Wed, May 28, 2008 - Page 13 News List

The measure of the men

Comparing Thom Browne and Tom Ford's suits offers a chance to see how masculinity looks from the very different vantage points of two of America's more talented designers


The Tom Ford man, above, is an Anglicized gloss on Hollywood style, while Thom Browne's designs, top, evoke the hipness of eternal adolescence.


Even if you spend a lot of time around fashion and the endearing nut jobs who create it, this question comes up every so often: Who is that person?

By that person, one is referring to an imaginary consumer, a man who designers have decided should wear skintight flood pants and a Pee-wee Herman jacket barely grazing his behind.

Who exactly is the boy/man fashion is crazy about lately, the guy wearing tennis shorts or onesies or the sort of jacket an Etonian whom I know claims was called a bum-freezer when he was at school?

Who, in other words, is the Thom Browne man?

For the benefit of those who have just awakened from a lengthy disco nap, Thom Browne is a onetime actor, a former design director for Club Monaco and an award-winning designer who — distressed by the disheveled mess that was men’s wear in the aftermath of business casual — took a pronounced taste for a geek version of the 1960s “Mad Men” style, and also a pair of scissors, to the traditional suit.

Having decided that the American male uniform of jeans and a T-shirt had lapsed into a form of dreary establishment dressing, Browne set about reviving the suit, a costume that once defined the establishment.

Slashing away with abandon, he arrived at a silhouette that was lean and shrunken, with trousers lopped off well north of the ankle, jacket skirts like peplums and sleeves snug enough to cut off the flow of blood.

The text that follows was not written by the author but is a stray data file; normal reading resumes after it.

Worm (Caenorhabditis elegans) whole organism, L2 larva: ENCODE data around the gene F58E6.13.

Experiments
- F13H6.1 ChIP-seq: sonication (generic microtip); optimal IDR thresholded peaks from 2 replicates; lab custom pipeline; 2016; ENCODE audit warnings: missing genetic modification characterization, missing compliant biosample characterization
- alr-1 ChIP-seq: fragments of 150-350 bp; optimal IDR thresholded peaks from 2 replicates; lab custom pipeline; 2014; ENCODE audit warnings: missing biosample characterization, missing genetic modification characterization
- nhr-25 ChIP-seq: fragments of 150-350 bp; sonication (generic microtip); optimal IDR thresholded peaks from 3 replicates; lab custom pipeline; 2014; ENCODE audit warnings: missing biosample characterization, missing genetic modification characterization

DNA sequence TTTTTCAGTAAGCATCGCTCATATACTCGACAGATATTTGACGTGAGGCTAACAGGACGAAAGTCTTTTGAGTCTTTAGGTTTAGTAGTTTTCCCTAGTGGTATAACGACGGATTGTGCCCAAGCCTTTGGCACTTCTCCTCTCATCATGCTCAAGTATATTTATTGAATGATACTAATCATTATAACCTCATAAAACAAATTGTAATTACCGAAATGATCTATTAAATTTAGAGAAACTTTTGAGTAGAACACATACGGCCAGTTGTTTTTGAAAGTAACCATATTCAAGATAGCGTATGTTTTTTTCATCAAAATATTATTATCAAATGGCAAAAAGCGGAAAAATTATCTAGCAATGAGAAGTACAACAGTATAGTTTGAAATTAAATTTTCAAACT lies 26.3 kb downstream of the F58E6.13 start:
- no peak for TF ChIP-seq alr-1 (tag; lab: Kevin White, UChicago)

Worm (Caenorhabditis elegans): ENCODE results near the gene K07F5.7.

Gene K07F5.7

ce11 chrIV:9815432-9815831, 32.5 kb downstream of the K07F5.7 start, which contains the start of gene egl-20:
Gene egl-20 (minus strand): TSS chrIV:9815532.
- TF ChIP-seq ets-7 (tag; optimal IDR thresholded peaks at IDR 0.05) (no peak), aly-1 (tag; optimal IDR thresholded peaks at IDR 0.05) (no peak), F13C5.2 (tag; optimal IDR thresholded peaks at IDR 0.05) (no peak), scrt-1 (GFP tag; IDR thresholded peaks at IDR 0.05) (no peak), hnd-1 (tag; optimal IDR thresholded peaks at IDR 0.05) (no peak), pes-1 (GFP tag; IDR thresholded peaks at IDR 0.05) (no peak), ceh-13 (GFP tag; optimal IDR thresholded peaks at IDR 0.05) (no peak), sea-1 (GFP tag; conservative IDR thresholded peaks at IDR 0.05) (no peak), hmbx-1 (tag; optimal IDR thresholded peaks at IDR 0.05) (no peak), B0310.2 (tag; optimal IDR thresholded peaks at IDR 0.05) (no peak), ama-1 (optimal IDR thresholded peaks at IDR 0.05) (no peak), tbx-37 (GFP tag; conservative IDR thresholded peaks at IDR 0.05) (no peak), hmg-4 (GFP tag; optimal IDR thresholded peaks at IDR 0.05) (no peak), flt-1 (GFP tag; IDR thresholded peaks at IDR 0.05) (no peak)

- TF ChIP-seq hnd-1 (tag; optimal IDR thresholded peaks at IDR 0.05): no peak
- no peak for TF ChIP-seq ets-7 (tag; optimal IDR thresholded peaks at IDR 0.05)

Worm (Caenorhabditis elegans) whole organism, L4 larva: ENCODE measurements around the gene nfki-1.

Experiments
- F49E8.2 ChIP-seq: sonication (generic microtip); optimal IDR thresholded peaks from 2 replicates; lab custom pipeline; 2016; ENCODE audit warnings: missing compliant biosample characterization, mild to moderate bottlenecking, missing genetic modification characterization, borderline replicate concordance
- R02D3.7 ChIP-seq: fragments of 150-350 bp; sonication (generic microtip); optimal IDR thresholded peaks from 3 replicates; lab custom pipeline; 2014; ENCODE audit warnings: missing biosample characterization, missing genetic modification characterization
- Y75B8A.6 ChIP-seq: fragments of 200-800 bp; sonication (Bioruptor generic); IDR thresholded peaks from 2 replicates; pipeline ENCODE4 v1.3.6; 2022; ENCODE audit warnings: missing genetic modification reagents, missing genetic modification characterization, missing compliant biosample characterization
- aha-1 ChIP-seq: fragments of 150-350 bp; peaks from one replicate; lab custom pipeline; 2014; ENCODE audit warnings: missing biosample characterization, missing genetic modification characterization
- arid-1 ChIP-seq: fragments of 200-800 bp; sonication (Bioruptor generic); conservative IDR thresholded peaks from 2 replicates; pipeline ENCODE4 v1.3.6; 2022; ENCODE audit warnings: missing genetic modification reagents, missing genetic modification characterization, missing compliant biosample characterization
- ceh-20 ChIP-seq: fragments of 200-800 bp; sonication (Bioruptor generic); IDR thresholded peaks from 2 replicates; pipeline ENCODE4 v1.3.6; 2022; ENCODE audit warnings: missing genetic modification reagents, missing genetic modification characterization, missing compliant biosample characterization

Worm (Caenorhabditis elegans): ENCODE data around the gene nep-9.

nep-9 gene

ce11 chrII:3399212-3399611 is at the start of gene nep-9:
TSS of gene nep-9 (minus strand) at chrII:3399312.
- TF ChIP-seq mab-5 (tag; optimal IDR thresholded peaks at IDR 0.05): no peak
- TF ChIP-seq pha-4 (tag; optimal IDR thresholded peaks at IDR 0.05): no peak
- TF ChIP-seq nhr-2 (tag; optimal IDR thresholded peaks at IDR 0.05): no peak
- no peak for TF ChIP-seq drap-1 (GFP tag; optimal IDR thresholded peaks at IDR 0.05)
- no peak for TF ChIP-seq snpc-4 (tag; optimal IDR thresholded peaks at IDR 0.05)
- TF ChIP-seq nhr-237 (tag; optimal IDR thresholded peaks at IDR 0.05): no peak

In Thom Browne’s universe, trousers and suit coats and lapels and ties, and even tie clips, are skinny. In Thom Browne’s world, one can actually wear a tie clip without appearing to idolize Don Knotts. Thom Browne thinks that tie clips are cool, and so apparently did the jury of the Council of Fashion Designers of America, which two years ago named him men’s wear designer of the year.

Eternal Adolescence

It is not just the council folks who signed on to the Thom Browne cult, however. He tends to inspire excitement among department store buyers and editors, particularly Anna Wintour, who is credited with having brokered a job for Browne at Brooks Brothers when the venerable clothier went looking for someone to infuse its dowdy image with verve.

“What Thom Browne has done is make our eye adjust to a shorter, smaller silhouette,” said Tommy Fazio, the men’s fashion director at Bergdorf Goodman, where members of the Thom Browne sect go for their seasonal hit, at least those unafraid to pay US$4,000 for a suit. “Other designers followed,” Fazio said, an observation correct as far as it goes. (Viktor & Rolf; Christopher Bailey; Ennio Capasa at Costume National; and Miuccia Prada leap to mind as designers who have showed kiddie-size men’s clothes for years.)

It is certainly true that many US designers fell under the influence of Browne and his singular ideas about masculine presentation. Or most of them did, anyway. The signal exception is another talented Tom named Ford.

If Thom Browne has come to represent sartorial arrested development, the proponent of a kind of masculinity that suggests one is never sexier than when being carded, Tom Ford is a throwback to a different manliness. In one of those funny confluences that retailers like Bergdorf Goodman are seemingly built to showcase, the two designers and their variant ideas of how men should dress now find themselves cheek by jowl.

Hollywood Style

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